Negotiated cash fed cattle trade was at a standstill in the Texas Panhandle though Friday afternoon, according to the Agricultural Marketing Service. Elsewhere, trade was limited on light demand.
For the week, live prices were generally steady to $2 lower in the Southern Plains at $119-$120/cwt. and steady to either side of steady at $123-$126 in the north. Dressed trade was steady in the western Corn Belt at $196-$202 but steady to $4 higher in Nebraska at $198-$202.
The five-area direct average steer price through Thursday was $122.01/cwt. on a live basis, which was $1.81 less than the same period a week earlier. The average steer price in the beef was 34¢ higher at $198.48.
Feeder Cattle futures faded pressure through much of the session to close higher Friday, perhaps supported by some positioning ahead of Monday’s monthly World Agricultural Supply and Demand Estimates.
Feeder Cattle futures closed an average of $1.68 higher ($1.30 to $2.12 higher).
Live Cattle futures managed to edge higher but remained under pressure from declining wholesale beef values. Monday’s markets could come under pressure from the Executive order signed by President Biden Friday, aimed at a number of broad issues, including concentration and competition in several industries, including agriculture (see below).
Live Cattle futures closed an average of 51¢ higher, except for 5¢ lower in spot Aug.
Choice boxed beef cutout value was $3.38 lower Friday afternoon at $278.59/cwt. Select was $2.65 lower at $257.41
Corn futures closed 6¢ to 8¢ lower through new-crop contracts, and then fractionally higher to 3¢ lower.
Soybean futures closed mostly 10¢ to 14¢ higher.
Major U.S. financial indices closed higher Friday amid general economic optimism.
The Dow Jones Industrial Average closed 448 points higher. The S&P 500 closed 48 points higher. The NASDAQ up up 142 points.
“The COVID-19 pandemic led to massive disruption for growers, food workers, and consumers alike. It exposed a food system that was rigid, consolidated, and fragile. Meanwhile, those growing, processing and preparing our food are earning less each year in a system that rewards size over all else,” said Agriculture Secretary Tom Vilsack. “To shift the balance of power back to the people, USDA will invest in building more, better, and fairer markets for producers and consumers alike. The investments USDA will make in expanding meat and poultry capacity, along with restoration of the Packers and Stockyards Act, will begin to level the playing field for farmers and ranchers. This is a once in a generation opportunity to transform the food system so it is more resilient to shocks, delivers greater value to growers and workers, and offers consumers an affordable selection of healthy food produced and sourced locally and regionally by farmers and processors from diverse backgrounds. I am confident USDA’s investments in expanded capacity will spur millions more in leveraged funding from the private sector and state and local partners as our efforts gain traction across the country.”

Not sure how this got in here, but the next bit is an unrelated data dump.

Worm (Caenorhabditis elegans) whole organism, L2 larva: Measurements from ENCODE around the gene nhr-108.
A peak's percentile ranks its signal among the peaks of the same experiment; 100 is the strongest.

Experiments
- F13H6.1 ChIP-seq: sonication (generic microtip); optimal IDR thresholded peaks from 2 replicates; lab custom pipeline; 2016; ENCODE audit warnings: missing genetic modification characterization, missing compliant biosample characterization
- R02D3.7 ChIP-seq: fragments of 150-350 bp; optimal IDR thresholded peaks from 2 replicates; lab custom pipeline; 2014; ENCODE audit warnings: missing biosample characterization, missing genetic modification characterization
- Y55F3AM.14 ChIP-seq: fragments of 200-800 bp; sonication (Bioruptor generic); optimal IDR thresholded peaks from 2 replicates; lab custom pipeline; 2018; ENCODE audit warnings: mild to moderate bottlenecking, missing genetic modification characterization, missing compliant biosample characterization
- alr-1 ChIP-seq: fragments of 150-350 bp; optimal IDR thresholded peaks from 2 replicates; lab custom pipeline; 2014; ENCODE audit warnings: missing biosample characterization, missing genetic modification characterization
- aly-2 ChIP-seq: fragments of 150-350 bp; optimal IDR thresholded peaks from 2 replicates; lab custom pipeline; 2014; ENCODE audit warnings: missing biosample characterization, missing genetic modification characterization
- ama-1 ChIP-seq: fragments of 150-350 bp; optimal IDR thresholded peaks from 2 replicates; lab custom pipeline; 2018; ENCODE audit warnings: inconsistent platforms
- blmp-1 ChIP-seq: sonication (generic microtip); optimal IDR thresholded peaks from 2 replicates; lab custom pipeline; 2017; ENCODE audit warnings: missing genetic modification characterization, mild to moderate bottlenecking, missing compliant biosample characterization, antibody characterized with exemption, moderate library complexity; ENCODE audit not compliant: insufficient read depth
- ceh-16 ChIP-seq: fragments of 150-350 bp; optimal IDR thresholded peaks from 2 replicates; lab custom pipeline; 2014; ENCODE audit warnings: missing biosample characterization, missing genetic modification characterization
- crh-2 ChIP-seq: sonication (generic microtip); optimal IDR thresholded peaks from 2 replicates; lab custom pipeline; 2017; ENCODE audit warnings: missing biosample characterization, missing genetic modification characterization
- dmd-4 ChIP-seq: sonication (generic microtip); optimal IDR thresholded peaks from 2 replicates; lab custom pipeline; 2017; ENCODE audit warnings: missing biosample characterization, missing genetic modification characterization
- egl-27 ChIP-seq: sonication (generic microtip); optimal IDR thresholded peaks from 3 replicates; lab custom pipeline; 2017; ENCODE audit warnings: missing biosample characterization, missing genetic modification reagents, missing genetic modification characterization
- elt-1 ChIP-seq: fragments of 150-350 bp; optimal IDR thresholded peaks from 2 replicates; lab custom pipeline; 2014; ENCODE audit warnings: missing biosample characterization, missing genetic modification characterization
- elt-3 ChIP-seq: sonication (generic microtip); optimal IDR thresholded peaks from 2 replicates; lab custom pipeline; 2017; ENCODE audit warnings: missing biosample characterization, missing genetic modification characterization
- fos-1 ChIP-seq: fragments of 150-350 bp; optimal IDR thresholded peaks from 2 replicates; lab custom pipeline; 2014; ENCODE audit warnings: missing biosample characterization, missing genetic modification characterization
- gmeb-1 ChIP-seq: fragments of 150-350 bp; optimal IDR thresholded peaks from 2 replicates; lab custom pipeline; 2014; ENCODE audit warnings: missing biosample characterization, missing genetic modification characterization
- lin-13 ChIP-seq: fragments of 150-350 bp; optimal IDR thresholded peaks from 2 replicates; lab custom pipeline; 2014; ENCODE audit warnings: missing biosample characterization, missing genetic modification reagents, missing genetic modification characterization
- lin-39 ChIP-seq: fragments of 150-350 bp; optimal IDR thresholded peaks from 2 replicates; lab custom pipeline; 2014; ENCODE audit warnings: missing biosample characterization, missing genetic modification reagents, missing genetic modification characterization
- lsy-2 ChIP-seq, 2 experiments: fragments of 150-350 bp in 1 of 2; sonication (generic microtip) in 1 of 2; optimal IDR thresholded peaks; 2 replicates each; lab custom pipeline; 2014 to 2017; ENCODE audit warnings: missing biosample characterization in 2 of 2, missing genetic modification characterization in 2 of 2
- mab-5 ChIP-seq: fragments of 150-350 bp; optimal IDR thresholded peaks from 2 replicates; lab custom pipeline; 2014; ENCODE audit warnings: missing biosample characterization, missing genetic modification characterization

Specifically, USDA intends to invest $500 million in American Rescue Plan funds to expand meat and poultry processing capacity, “…so that farmers, ranchers, and consumers have more choices in the marketplace.” USDA also announced more than $150 million for existing small and very small processing facilities.
“Concentration in food processing has contributed to bottlenecks in America’s food supply chain, too. Just a few meatpackers, with a few large processing facilities, process most of the livestock that farmers and ranchers raise into the meat that we buy,” according to the announcement. “For example, just four large meat-packing companies control over 80% of the beef market alone. One of the lessons from the COVID-19 pandemic is that this system is too rigid and too fragile. When COVID slowed or shuttered meat processing, many farmers had no place to go. Farmers were forced to depopulate their animals, while grocery store shelves went bare and demand for food assistance spiked. These vulnerabilities are not new. And, given current concerns about climate and cybersecurity, these risks are likely to grow even more sharply in the future.”
For the record, I’m unaware of any cattle depopulation due to the processing backlog, never mind other hyperbole in the USDA statements.
“…To facilitate effective enforcement of the Act (Packer and Stockyards), USDA will be conducting three rulemakings,” according to the announcement. “First, the rulemakings will clarify the conduct that USDA considers a violation of the Packers and Stockyards Act, including conduct that is unfair, deceptive, or unjustly discriminatory against farmers and growers. Second, they will address oppressive practices in chicken processing. Third, the rulemakings will reinforce the longstanding USDA position that it is not necessary to demonstrate harm or likely harm to competition in order to establish a violation of the Act.”
Lots to ponder in all of that, and to monitor closely.